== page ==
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As we approach our 36th year


It is perhaps my training and the perspective I hold as an historian that forces me every year at this time to reflect on what Independence means to us. It is unquestionably a major landmark in our movement as a people. Unfortunately, as I have said on a number of occasions, for most of us it is just another holiday. Even for those who wear national colours or symbols, it is a question of simply going through the motions.{{more}} There is often little behind it, for our supposed love of country is really very superficial. The day after, it is back to normal, as we await another holiday! For our young population born after 1979, that has not been told about the struggles of our foreparents, it has little meaning. They take things for granted. At school they learn about the national dish and flower and are told to identify nation builders. Little is said about what Independence is and how it was achieved. This is not strange because in the discussions and debates leading up to Independence, the responsibilities and challenges that come with Independence were hardly touched on. The view was that once we became independent, everything was expected to fall into place. We were going to join the big players!

We have grown to respect the anthem, for I do not see as many people sitting these days when the anthem is being played. I continue to have a problem with the anthem. The verse that deals with our ‘sister isles’ upsets me and I still regard the anthem as a tourist type song, not one that is meant to lift our people and to raise their aspirations. Indeed, the emphasis is on the physical country, rather than on the people.

This year on the eve of Independence, we have had to deal with industrial action. The National Omnibus Association pulled away from their threat to strike, claiming that their demands were met. As I understand it, an express route is being created to allow the vans to get out of Kingstown by going through Town Hill and then to Cane Garden at the 4 o’clock rush hour. I do not have the details on what was agreed, but I assume that since it is an express route, vehicular traffic going to Kingstown from Cane Garden will have at that time to go via the Sion Hill route. Anything else will be chaotic, for the road is not the best of roads, narrow in places and not very conducive to two-way traffic involving vans.

The Teachers and Public Service Unions were scheduled to strike on Tuesday. I do not have any details, except the report of a statement by president Robinson of the Teachers Union that about 40 per cent of teachers responded to the Union’s call. What really upsets me at this time in our history is the attitude and mentality of some people. I refer to two things. I have seen reports that at some schools teachers deliberately set tests for Tuesday, thus affecting students whose parents would have supported the Union’s call by keeping their children at home. This is really improper and stupid. It is one thing not to go along with your Union’s call, but it is another not to respect their right to take industrial action and to attempt to sabotage it.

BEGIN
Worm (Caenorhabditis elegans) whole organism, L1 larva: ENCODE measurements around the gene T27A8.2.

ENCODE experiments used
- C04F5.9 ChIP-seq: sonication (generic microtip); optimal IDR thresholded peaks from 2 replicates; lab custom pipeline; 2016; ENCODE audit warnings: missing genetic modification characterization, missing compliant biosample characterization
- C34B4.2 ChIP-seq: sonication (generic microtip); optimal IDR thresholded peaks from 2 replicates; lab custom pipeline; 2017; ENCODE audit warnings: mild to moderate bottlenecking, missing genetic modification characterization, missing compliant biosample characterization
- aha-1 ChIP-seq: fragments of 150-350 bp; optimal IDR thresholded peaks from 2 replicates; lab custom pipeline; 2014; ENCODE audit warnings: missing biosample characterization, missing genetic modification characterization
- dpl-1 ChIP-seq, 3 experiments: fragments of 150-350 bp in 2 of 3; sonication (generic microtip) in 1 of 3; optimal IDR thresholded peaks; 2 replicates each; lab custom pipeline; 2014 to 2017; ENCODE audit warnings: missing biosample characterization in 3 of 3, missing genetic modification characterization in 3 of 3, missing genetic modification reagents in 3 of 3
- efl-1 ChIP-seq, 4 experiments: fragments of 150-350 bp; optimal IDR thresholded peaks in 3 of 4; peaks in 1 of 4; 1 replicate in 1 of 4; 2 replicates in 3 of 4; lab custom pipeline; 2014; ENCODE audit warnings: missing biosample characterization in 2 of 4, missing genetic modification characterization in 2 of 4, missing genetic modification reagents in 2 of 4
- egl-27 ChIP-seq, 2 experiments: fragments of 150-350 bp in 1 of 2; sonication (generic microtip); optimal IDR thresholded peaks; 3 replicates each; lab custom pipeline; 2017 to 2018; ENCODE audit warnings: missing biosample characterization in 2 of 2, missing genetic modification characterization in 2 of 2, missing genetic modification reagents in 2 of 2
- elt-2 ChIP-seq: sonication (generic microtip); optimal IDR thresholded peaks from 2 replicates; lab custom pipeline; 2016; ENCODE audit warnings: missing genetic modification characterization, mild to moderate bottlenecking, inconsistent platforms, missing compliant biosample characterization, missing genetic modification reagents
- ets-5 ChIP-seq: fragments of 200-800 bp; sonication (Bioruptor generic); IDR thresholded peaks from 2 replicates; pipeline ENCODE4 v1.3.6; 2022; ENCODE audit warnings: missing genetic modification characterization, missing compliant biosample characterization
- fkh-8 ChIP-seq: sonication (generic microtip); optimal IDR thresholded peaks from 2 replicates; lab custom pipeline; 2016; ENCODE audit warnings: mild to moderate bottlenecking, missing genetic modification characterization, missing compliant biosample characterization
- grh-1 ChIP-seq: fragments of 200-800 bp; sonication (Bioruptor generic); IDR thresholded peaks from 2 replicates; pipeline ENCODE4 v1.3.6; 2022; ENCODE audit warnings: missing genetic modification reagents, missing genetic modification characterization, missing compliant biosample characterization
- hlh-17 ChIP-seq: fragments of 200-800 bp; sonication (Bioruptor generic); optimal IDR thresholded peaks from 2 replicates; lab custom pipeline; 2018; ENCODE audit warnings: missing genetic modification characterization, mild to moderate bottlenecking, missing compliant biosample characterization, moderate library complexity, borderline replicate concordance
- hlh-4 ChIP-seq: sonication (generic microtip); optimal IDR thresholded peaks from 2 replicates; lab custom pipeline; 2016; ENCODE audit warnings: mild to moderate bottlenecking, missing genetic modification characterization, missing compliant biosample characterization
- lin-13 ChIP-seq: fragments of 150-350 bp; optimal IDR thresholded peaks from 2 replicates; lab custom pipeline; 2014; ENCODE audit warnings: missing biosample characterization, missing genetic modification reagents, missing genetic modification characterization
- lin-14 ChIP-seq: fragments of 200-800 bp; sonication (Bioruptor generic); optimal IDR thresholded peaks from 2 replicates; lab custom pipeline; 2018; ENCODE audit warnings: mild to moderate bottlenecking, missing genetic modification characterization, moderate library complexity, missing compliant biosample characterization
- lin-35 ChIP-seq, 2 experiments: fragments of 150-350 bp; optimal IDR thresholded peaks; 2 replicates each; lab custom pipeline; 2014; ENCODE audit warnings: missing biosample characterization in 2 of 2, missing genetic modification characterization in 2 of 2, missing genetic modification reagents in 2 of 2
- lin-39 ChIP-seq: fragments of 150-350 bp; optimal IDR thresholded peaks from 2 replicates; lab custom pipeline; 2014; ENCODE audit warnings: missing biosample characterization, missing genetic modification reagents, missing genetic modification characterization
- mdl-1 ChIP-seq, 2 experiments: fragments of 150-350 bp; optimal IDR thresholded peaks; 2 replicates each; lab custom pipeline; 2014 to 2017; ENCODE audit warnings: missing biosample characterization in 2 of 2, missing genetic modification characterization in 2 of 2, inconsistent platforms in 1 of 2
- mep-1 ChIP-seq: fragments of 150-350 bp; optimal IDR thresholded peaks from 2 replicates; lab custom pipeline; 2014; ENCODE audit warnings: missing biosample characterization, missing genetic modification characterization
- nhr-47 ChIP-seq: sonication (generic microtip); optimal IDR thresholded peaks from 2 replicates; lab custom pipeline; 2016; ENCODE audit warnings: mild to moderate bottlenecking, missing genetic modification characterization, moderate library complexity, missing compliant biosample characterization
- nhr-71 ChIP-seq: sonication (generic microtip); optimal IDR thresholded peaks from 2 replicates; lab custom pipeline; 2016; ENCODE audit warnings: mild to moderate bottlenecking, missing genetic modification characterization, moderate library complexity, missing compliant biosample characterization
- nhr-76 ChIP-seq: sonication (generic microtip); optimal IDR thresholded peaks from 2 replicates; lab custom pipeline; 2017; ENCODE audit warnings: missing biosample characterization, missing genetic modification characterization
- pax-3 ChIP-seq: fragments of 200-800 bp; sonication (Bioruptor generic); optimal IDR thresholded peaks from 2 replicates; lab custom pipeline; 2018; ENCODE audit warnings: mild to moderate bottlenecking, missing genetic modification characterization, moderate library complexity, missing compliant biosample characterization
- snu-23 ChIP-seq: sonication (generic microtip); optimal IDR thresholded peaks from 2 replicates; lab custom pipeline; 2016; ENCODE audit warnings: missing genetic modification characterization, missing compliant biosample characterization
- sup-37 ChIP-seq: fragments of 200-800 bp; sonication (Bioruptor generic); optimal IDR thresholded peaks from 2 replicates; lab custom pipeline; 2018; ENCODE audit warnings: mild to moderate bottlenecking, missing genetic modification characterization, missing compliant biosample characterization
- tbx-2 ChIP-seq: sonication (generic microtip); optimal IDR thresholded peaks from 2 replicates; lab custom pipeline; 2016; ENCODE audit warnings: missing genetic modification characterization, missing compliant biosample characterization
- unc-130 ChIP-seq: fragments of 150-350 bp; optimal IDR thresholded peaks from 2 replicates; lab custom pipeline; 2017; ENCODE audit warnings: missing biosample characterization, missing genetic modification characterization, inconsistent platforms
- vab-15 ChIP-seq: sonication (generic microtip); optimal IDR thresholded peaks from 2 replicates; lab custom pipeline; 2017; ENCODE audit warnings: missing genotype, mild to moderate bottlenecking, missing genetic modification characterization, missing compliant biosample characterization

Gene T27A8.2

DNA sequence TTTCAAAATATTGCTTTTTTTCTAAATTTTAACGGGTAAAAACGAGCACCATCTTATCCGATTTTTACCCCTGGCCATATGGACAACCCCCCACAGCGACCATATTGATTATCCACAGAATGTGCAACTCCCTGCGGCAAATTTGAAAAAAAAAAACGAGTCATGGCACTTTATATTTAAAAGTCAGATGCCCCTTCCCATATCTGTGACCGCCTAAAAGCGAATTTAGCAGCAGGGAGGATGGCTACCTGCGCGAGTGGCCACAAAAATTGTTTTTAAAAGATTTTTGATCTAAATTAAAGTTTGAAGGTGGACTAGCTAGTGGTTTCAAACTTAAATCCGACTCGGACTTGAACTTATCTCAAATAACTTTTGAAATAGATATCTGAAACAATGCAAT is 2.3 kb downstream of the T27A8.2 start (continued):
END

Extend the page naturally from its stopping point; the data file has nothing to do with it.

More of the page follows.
The other matter has to do with four members of the executive whom I am told reported to work. This is stone crazy. If a majority of members took a decision to take strike action and as members of the executive you were not prepared to go along with it, that should have been indicated and the appropriate thing to do was to resign. Why are you holding on to positions if you are not prepared to accept a mandate given to you by your members? You should have lost your moral authority to continue to serve in whatever positions you held. How are members expected now to deal with any statement coming from the Union? What is exercised here is something that is now so common among Vincentians. A number of persons hold positions in organizations, but seem not to understand what comes with their acceptance of offices. Their position is something to be paraded without accepting the commitments attached. I am not at this stage really concerned about the rights or wrongs of the Union’s position. If, as an executive member, you feel not inclined to go along with such decisions, there is only one way out. How is an executive expected to function if some members disagree on fundamental matters?

I have seen statements to the effect that some public servants are satisfied with their salaries. This is amazing. I have really never heard of such a situation. It is clear that for some persons party affiliation means a lot more to them than membership of a union. This is seen in the way some teachers went out of the way to make everyone aware that they did not accept their Union’s call. But this isn’t their real focus. They want to demonstrate their loyalty to their political bosses. What really goes through some of their minds? Of what are we made? Do we stand for nothing? What does life mean to us? One expects all persons to have their political preferences, but as members of a body involved in industrial action, if you are serious about things, there is where your commitment should be. Accepting your organization’s call is not to take away from your political party’s preferences. How are we going to build a nation when many of us are so spineless!

Dr Adrian Fraser is a social commentator and historian.